Getting Pumped Up
Ed Marszal (left) shares his company headquarters with a collection of vintage gasoline pumps. Daughter Annie and son Adam are executives for Marszal’s Carmichael-based business that operates in four US states. Photo by Susan Maxwell Skinner
SACRAMENTO REGION, CA (MPG) - A business that began on a Carmichael street corner is now one of Sacramento’s most geographically far-flung enterprises.
Owned by the Marszal family – and with father, daughter and son as executives -- California Retail Management pumps petroleum at 42 stations in four US states. All outlets have convenience stores and the combined operation has a more than 350 employees. It’s an understatement that Ed Marszal has come a long way from the Ohio college graduate who left the Army and sold auto accessories. “I felt I could run a gas station at least as well as some guys I was selling tires to,” he recalls. “In 1981, an old Chevron station on the Marconi and Walnut corner became available. I didn’t plan an empire. I just wanted to make one station work.”
In days of full-service, the boss pumped gas and employed mechanics for repairs. He mopped floors and cultivated a personal touch with customers. When daughter Annie (now Marszal’s development executive) was born, he covered his macho premises with pink ribbons. “That got us in the newspaper and brought new customers,” he says. “People like family businesses. I still have full-service available at all our stations; we make sure someone will always run out to help a customer. We’ll never charge for air or water. Cashiers are the most important people in our company. Being nice is not something you can teach; but friendliness determines whether a customer comes back.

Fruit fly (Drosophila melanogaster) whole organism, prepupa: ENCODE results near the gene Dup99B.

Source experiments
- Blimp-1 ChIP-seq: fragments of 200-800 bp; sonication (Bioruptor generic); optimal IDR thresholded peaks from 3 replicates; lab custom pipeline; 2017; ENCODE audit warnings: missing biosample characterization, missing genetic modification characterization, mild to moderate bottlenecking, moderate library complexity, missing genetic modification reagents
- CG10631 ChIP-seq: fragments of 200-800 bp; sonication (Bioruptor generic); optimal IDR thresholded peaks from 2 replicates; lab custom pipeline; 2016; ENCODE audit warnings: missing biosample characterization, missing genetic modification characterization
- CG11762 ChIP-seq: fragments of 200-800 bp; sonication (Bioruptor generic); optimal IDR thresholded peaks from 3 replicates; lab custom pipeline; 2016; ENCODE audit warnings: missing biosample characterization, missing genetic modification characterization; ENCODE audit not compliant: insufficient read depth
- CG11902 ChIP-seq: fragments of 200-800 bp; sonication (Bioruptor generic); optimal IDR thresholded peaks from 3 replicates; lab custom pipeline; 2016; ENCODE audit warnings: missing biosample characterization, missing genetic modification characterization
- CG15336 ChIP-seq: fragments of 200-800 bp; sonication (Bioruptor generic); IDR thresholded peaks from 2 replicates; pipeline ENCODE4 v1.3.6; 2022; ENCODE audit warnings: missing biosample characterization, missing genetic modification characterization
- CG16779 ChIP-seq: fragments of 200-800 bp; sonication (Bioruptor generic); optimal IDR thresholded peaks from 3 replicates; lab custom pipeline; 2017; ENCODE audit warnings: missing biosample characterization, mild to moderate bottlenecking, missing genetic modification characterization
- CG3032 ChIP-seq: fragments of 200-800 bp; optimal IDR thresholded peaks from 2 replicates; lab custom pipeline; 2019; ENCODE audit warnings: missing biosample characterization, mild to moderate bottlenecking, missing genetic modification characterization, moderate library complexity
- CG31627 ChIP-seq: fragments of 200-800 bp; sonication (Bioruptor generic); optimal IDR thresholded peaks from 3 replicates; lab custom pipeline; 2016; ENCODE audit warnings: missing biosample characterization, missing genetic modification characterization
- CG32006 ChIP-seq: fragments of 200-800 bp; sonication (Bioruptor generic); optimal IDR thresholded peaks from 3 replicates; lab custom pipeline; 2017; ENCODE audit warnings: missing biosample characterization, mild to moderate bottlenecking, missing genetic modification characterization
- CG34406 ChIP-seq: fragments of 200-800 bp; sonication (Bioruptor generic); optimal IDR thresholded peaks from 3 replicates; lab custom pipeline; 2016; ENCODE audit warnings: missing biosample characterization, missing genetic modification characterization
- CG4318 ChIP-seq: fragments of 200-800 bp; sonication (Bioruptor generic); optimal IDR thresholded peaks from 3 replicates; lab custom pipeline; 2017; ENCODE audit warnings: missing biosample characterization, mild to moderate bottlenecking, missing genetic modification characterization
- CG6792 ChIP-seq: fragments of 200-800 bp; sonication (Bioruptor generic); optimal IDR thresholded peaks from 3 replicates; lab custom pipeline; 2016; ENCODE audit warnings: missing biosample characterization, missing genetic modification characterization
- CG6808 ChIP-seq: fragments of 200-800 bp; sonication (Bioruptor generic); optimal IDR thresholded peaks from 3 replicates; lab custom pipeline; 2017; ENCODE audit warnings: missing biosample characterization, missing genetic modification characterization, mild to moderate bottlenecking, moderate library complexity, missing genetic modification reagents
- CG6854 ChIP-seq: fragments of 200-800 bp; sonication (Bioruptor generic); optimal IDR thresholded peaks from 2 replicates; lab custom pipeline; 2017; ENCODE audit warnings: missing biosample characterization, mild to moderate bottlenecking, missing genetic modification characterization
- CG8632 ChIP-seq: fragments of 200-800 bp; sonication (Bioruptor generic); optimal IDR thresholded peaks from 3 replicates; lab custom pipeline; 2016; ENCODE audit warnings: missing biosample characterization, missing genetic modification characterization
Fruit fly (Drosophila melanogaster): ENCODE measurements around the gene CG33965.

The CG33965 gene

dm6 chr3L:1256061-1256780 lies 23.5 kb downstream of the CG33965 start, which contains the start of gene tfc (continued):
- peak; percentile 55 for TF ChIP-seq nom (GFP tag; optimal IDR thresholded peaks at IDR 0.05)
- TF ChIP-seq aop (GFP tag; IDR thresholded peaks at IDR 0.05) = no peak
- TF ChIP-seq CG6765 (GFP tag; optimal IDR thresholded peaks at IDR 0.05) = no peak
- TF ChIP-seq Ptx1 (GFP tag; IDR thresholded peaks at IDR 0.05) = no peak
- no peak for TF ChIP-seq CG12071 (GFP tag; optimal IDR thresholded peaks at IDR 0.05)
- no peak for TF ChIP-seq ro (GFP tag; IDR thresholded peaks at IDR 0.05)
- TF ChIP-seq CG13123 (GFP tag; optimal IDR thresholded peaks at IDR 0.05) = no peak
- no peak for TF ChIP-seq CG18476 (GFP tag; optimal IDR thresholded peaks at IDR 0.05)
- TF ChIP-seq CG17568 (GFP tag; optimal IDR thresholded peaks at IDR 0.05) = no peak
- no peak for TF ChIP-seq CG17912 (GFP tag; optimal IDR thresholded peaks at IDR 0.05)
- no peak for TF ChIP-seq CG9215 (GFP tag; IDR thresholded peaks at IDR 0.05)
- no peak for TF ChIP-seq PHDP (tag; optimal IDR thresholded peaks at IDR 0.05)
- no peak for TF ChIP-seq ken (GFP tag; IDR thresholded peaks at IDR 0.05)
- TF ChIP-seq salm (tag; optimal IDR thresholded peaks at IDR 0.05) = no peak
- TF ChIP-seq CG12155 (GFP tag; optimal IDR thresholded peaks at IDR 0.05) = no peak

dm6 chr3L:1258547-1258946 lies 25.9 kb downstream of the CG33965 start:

“One day a lady asked me where she could get her car washed. I washed her car myself. My employees watched and learned never to pass up an opportunity to extend service. Yeah, I kept her tip; I earned it. From then, we put carwashes in our stations.” While alert to innovation, Marszal treasures the continuity of old retainers and family. Chief Financial Officer Elizabeth Valentina has been his right hand for 34 years. Executive Tim Skovensky has provided what Marszal calls “glue” for company operations for 12 years. Daughter Annie has worked nine years for her dad and son Adam joined his marketing team in 2015. “My kids began as cashiers,” he says. “I wanted them to learn how important that role is. They’ve done their share of cleaning restrooms, too.”
Outside Sacramento, the family now has stations in Maui, Oahu, Nevada and Ohio. 2019 plans include a new El Dorado Hills outlet. The founder and Susan -- his wife of 37 years -- live quietly in Carmichael. Their national operation is run from an anonymous building near Manzanita Avenue.
At HQ, the boss houses an arsenal of vintage petrol pumps, telephones and slot machines. “I found the first of my collection in a Rancho Cordova bar,” he explains. “In the 1950s, every oil company had distinctive pumps and they were works of art. I love seeing them restored and gleaming. They’re relics of an industry dear to my heart.”
In 40 high-octane years Marszal has seen oil companies and retailers come and go. “Many of our competitors lost their focus on service,” considers the survivor. “Over 40 years, service is what constantly opened doors for us to gain more customers.
“The gasoline engine will be around for many more decades. As for gas stations, I believe the strong and the friendly will survive.”